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Insectes Sociaux

, Volume 62, Issue 3, pp 265–280 | Cite as

The life history and seasonal cycle of the ant, Pheidole morrisi Forel, as revealed by wax casting

  • T. C. Murdock
  • W. R. Tschinkel
Research Article

Abstract

The dimorphic ant, Pheidole morrisi Forel, is the most common ant of the longleaf pine flatwoods ecosystem of northern Florida and occurs throughout the eastern USA. Although ecologically significant, its life history, and annual cycle have been little investigated. The effects of colony size and the annual cycle were described by collecting the full range of colony sizes during each of five seasonal phases (n = 40 total). Nests were cast in wax to capture and census all colony members, and to determine their vertical distribution within the nest. Colony sizes ranged from 800 to 49,000 ants, larger than previous literature reports. Colonies invested in worker production during the spring and fall and reduced worker production as they produced alates in the summer. Colonies over 3000 workers were able to produce alates, but the number was not related to colony size. Vertical distribution of nest volume was strongly top heavy, with the greatest proportion of the nest volume near the surface. The mean weight of majors was about four times that of minors. The mean percentage of total workers that were major workers (11 % by number, 30 % by weight) did not change significantly as colonies grew, but varied with season. Production of major pupae was highest in spring, so that the percentage of colony biomass represented by majors increased from about 27 % in spring to 38 % in late summer. The overall density of the ants was highest in medium-sized colonies, lowest in small colonies, and moderate in large colonies. Broadly, the colony moved lower in the nest from summer to winter and higher from winter to summer. The seasonal vertical distribution of ants suggested that the ants responded to temperature, but not crowding. Temperatures in the nest varied from 12 to 17 °C in the winter to 23–33 °C in the late summer. Broods were nearly always found in the warmest regions. The distribution of callow workers was strongly correlated with that of the brood. The results are discussed in light of the utility of the wax-casting method and the nature of the data needed to describe and understand the superorganism.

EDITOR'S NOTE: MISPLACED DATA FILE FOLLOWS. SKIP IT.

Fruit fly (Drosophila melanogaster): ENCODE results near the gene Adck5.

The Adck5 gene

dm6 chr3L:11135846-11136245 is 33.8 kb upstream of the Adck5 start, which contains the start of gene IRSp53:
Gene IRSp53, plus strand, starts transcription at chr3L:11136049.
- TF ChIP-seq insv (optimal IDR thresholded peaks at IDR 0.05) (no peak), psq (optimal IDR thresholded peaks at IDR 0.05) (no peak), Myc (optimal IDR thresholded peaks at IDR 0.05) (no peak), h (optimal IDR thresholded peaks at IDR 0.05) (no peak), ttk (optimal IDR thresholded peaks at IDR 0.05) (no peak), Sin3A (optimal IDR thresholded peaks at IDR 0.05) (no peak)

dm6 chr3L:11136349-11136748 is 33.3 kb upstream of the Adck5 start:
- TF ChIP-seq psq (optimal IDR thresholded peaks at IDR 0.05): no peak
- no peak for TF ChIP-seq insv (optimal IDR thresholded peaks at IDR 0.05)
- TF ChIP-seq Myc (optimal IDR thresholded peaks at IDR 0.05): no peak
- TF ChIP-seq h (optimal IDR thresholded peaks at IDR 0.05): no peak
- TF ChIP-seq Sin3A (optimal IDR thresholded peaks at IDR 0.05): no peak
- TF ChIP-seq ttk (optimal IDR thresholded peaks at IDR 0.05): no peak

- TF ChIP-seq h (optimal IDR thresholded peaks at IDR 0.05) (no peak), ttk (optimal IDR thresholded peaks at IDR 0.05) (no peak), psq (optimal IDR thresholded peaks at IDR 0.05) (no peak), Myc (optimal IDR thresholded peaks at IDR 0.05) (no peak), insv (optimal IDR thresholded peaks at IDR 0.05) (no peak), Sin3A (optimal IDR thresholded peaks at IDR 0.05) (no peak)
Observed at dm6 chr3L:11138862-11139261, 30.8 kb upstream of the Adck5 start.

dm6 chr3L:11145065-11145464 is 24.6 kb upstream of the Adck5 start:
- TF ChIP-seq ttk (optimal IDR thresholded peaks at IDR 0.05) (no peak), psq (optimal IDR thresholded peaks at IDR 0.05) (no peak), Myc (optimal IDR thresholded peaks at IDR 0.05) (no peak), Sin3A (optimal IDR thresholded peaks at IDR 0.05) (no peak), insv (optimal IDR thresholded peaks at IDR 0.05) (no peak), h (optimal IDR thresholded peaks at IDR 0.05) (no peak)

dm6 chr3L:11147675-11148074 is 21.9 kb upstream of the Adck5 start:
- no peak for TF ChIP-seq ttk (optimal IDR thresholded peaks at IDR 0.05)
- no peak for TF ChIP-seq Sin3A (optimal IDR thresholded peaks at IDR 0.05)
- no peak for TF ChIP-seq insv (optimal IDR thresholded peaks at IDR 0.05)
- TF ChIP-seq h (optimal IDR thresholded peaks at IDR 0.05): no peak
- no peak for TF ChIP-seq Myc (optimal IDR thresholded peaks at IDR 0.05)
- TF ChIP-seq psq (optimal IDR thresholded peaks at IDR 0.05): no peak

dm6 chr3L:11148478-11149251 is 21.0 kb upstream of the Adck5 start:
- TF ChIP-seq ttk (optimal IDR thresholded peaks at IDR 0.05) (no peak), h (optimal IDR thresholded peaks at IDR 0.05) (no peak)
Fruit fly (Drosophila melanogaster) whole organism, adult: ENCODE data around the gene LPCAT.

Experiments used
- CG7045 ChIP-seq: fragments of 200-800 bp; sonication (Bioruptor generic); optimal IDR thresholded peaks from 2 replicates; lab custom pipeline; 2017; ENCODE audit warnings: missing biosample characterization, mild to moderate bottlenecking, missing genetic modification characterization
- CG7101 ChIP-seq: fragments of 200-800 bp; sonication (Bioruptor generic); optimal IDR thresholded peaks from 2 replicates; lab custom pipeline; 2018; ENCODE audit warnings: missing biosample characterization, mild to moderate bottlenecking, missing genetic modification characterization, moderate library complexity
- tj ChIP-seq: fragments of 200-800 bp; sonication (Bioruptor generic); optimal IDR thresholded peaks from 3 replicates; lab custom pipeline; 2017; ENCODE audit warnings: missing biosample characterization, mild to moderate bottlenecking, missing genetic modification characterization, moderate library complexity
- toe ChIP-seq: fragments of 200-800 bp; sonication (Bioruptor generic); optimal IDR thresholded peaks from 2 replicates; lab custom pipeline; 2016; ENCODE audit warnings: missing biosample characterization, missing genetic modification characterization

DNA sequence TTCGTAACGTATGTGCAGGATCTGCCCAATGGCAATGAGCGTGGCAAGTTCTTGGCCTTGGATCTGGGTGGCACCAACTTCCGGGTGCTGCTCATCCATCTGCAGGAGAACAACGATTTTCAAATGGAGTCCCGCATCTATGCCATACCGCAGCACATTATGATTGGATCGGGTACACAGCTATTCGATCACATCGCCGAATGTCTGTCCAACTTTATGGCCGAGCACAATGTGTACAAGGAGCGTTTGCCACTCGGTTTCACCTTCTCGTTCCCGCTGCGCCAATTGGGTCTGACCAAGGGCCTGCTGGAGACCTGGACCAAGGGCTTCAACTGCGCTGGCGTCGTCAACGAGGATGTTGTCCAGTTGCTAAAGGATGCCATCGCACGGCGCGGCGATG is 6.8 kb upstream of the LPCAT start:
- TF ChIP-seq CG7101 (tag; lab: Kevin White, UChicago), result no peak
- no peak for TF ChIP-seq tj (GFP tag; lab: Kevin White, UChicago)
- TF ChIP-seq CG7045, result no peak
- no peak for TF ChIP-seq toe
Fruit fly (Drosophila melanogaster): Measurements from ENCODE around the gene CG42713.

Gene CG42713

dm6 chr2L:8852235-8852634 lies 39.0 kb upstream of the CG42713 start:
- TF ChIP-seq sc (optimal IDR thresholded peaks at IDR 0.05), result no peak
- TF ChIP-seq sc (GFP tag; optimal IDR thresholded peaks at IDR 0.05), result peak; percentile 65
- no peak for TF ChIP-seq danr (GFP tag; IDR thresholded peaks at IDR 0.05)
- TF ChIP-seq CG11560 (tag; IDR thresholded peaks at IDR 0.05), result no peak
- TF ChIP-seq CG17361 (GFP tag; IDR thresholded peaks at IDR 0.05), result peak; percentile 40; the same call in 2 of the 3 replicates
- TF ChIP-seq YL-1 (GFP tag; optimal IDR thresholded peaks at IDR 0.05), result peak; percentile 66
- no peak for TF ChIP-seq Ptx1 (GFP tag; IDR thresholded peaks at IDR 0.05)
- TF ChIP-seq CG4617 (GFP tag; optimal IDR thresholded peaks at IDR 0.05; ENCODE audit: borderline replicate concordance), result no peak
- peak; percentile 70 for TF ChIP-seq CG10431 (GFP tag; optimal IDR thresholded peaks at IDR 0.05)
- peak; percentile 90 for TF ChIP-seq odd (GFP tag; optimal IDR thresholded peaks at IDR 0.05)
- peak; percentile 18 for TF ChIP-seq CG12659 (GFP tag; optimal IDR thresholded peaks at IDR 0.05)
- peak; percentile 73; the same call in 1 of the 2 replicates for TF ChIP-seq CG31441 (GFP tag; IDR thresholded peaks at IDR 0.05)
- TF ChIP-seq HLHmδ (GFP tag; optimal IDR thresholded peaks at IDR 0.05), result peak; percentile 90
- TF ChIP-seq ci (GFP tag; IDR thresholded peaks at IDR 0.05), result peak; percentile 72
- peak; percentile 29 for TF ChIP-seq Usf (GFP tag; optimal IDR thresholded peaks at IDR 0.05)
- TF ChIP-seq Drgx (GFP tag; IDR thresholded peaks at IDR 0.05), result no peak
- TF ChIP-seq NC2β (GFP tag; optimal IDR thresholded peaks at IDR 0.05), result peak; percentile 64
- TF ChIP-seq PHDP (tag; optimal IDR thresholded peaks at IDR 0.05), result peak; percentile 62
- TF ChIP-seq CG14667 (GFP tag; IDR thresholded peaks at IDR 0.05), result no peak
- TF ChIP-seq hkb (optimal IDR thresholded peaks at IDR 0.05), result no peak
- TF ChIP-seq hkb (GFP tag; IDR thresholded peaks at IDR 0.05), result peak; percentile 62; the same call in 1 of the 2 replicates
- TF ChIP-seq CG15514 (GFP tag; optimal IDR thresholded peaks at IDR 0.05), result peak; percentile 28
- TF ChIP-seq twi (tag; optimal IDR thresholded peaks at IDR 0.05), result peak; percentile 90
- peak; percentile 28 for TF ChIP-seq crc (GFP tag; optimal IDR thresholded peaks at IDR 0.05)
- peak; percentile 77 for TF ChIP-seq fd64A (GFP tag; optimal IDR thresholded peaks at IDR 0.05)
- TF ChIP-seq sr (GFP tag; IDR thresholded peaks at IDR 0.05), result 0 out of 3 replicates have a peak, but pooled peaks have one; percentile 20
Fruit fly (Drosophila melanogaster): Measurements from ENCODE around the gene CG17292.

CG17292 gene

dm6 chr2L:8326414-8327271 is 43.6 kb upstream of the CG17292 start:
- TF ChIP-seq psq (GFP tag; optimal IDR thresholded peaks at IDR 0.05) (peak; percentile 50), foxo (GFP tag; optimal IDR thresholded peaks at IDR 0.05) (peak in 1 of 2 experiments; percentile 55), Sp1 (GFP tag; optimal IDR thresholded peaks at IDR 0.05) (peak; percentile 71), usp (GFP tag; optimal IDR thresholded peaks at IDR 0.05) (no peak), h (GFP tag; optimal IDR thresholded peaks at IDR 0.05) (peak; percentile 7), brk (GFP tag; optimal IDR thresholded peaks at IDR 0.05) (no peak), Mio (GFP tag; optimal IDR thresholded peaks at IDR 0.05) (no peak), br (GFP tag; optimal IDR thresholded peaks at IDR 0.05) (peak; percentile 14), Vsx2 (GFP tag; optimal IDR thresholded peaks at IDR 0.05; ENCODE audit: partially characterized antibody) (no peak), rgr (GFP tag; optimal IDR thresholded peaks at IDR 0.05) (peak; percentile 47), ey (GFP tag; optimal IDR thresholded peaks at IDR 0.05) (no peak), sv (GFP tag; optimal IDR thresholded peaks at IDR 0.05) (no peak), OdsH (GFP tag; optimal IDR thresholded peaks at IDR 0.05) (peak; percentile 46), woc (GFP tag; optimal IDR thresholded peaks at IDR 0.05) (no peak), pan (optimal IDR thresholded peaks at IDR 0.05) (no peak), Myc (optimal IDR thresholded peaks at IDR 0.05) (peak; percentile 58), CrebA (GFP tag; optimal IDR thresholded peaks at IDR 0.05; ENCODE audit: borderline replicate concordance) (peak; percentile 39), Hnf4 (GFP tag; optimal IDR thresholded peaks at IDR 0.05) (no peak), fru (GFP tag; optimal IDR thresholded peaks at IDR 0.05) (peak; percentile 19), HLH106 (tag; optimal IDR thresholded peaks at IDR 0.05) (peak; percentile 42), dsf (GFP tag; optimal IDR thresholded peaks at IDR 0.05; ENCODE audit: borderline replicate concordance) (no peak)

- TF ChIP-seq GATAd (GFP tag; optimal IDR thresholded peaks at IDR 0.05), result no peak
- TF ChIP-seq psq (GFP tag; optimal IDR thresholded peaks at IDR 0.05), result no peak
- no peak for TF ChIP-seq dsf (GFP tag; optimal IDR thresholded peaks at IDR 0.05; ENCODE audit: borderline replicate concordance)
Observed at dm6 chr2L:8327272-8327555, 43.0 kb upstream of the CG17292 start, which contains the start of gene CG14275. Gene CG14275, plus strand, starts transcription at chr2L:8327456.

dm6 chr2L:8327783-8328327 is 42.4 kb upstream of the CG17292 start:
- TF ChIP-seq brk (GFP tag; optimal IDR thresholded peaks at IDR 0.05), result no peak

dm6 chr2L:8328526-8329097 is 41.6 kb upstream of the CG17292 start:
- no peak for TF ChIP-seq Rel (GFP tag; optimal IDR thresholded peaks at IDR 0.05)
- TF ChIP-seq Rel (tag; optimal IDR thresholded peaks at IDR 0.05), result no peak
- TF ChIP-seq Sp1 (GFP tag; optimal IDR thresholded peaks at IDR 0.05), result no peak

Keywords

Formicidae Colony size Seasonality Worker size Nest architecture Brood production Annual cycle 

Notes

Acknowledgments

Ryan Reynolds, Christine Stevens, Caleb Vaughn, and Alice Mallory provided help in the field. The Florida State University Antarctic Research Facility allowed us to store wax casts in their freezer. Christina Kwapich provided helpful comments and discussion. This work was partially supported by National Science Foundation IOS 1021632.

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Copyright information

© International Union for the Study of Social Insects (IUSSI) 2015

Authors and Affiliations

  1. 1.Department of Biological ScienceFlorida State UniversityTallahasseeUSA

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